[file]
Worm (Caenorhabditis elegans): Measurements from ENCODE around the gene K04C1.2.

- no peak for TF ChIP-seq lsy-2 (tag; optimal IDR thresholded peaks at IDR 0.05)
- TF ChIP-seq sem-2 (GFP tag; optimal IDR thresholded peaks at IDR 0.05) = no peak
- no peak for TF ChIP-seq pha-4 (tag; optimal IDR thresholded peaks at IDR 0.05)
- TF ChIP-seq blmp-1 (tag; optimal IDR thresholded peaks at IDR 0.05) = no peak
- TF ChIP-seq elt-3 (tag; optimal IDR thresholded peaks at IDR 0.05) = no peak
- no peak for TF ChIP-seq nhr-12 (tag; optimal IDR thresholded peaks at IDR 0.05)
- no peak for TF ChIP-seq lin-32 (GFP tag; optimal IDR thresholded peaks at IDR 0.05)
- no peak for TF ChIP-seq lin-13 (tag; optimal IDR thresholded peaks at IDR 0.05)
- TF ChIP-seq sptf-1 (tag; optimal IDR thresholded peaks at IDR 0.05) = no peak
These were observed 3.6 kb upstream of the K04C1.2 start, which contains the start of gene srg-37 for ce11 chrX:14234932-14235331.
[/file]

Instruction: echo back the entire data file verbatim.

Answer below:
Worm (Caenorhabditis elegans): Measurements from ENCODE around the gene K04C1.2.

- no peak for TF ChIP-seq lsy-2 (tag; optimal IDR thresholded peaks at IDR 0.05)
- TF ChIP-seq sem-2 (GFP tag; optimal IDR thresholded peaks at IDR 0.05) = no peak
- no peak for TF ChIP-seq pha-4 (tag; optimal IDR thresholded peaks at IDR 0.05)
- TF ChIP-seq blmp-1 (tag; optimal IDR thresholded peaks at IDR 0.05) = no peak
- TF ChIP-seq elt-3 (tag; optimal IDR thresholded peaks at IDR 0.05) = no peak
- no peak for TF ChIP-seq nhr-12 (tag; optimal IDR thresholded peaks at IDR 0.05)
- no peak for TF ChIP-seq lin-32 (GFP tag; optimal IDR thresholded peaks at IDR 0.05)
- no peak for TF ChIP-seq lin-13 (tag; optimal IDR thresholded peaks at IDR 0.05)
- TF ChIP-seq sptf-1 (tag; optimal IDR thresholded peaks at IDR 0.05) = no peak
These were observed 3.6 kb upstream of the K04C1.2 start, which contains the start of gene srg-37 for ce11 chrX:14234932-14235331.